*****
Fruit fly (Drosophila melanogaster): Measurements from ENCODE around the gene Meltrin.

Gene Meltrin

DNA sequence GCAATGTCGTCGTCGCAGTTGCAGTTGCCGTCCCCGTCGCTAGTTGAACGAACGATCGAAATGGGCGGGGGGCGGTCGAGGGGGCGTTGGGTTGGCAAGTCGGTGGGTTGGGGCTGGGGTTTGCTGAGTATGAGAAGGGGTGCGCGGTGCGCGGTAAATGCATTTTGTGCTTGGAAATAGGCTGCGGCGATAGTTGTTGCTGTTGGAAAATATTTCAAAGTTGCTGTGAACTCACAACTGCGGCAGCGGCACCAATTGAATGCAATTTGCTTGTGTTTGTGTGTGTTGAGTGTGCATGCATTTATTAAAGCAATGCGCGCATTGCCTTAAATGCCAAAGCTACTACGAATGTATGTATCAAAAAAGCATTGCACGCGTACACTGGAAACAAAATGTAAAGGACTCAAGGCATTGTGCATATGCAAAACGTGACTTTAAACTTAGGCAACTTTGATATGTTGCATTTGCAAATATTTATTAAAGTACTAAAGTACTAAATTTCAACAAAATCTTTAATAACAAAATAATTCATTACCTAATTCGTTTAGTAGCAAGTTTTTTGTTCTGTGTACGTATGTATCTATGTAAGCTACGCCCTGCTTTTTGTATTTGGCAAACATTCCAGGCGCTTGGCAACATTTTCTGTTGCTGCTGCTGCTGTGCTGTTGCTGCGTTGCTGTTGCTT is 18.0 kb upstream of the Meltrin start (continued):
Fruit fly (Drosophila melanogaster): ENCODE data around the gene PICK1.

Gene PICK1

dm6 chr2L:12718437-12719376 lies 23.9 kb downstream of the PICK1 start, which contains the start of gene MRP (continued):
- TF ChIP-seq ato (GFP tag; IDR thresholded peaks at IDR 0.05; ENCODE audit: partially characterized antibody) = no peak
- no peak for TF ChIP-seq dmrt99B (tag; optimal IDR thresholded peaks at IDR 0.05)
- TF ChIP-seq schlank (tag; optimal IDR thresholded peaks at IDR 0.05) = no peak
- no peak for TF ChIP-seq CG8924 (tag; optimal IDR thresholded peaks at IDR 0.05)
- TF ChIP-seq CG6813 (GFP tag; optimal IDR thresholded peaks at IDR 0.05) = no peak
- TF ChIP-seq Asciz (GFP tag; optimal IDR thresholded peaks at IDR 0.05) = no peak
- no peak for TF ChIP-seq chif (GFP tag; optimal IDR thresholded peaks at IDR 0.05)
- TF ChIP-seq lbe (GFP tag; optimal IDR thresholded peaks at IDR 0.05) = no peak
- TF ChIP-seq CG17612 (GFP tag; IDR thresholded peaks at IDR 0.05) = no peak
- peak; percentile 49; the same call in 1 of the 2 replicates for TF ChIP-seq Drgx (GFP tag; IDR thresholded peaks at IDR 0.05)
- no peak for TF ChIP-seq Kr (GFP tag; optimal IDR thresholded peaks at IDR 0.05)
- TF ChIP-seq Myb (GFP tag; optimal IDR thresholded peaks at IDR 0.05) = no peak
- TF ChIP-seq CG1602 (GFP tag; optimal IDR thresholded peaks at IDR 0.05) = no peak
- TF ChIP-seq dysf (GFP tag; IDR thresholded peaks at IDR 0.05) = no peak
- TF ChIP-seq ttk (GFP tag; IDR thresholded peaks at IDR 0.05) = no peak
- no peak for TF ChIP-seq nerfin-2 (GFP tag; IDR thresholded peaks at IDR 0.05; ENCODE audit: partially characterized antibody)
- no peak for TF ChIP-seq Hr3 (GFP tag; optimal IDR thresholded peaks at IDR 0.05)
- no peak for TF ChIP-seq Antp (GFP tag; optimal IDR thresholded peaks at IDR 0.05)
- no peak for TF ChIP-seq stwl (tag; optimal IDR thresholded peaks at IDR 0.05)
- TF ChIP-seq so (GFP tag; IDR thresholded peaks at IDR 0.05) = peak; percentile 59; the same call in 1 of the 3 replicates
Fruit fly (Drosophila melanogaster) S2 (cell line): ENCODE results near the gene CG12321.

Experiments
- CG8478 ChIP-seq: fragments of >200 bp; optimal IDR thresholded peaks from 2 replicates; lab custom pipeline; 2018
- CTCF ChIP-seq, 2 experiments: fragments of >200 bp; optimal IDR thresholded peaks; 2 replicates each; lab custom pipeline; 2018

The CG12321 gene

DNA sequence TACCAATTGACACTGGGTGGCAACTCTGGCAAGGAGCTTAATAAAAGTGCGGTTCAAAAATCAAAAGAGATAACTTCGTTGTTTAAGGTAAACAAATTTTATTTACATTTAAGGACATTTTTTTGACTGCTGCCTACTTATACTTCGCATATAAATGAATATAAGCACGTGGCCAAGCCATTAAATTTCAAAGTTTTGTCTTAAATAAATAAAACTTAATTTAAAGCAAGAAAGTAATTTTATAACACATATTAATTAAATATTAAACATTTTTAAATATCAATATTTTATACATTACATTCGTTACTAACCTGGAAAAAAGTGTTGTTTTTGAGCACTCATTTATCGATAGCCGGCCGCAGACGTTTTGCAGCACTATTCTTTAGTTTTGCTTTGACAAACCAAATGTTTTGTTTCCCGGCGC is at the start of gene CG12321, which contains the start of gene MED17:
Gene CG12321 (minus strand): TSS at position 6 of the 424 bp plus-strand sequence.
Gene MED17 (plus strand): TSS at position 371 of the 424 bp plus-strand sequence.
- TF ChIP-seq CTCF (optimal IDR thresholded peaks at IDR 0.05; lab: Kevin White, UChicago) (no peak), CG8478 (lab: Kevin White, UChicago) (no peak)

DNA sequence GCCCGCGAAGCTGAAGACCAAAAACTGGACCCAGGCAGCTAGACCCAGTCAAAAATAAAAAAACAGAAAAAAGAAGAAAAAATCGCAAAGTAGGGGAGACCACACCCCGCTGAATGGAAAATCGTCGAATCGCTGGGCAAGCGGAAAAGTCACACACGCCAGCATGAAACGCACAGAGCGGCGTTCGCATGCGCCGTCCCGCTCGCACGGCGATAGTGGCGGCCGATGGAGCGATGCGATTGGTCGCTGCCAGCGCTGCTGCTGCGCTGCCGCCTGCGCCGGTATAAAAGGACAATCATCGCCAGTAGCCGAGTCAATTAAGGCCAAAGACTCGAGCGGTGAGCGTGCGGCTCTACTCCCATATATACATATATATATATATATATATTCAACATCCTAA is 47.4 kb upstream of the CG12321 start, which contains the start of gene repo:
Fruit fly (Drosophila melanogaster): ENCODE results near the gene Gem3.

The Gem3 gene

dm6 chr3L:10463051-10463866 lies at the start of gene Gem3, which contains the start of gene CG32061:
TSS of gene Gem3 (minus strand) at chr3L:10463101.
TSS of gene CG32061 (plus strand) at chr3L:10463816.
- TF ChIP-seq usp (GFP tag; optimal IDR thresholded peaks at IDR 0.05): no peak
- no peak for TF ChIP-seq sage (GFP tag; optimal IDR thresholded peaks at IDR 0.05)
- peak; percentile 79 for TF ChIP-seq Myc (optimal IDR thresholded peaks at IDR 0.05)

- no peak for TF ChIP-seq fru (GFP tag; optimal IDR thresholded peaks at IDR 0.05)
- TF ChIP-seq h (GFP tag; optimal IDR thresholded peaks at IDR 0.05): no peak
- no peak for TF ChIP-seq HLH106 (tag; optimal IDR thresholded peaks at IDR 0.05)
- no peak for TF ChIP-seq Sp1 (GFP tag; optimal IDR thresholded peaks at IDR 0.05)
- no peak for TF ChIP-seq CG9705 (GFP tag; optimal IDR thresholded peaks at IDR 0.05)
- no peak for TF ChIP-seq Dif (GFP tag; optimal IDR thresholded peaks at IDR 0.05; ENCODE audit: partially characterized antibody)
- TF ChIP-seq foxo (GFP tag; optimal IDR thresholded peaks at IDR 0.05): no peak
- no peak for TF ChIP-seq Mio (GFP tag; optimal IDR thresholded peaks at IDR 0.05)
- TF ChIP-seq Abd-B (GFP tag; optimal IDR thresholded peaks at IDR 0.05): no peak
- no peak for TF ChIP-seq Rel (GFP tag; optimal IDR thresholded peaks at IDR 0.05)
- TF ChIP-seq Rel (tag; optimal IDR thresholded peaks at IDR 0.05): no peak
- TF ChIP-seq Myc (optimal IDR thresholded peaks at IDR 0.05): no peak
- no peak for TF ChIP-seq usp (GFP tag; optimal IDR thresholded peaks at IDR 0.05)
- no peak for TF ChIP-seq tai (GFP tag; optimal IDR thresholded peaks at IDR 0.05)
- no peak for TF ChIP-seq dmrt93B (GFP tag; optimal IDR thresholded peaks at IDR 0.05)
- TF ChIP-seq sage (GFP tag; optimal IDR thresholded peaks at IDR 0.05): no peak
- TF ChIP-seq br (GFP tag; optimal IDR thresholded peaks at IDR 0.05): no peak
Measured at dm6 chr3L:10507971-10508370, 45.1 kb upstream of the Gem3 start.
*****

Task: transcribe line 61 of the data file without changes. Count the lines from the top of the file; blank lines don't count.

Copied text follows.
- TF ChIP-seq br (GFP tag; optimal IDR thresholded peaks at IDR 0.05): no peak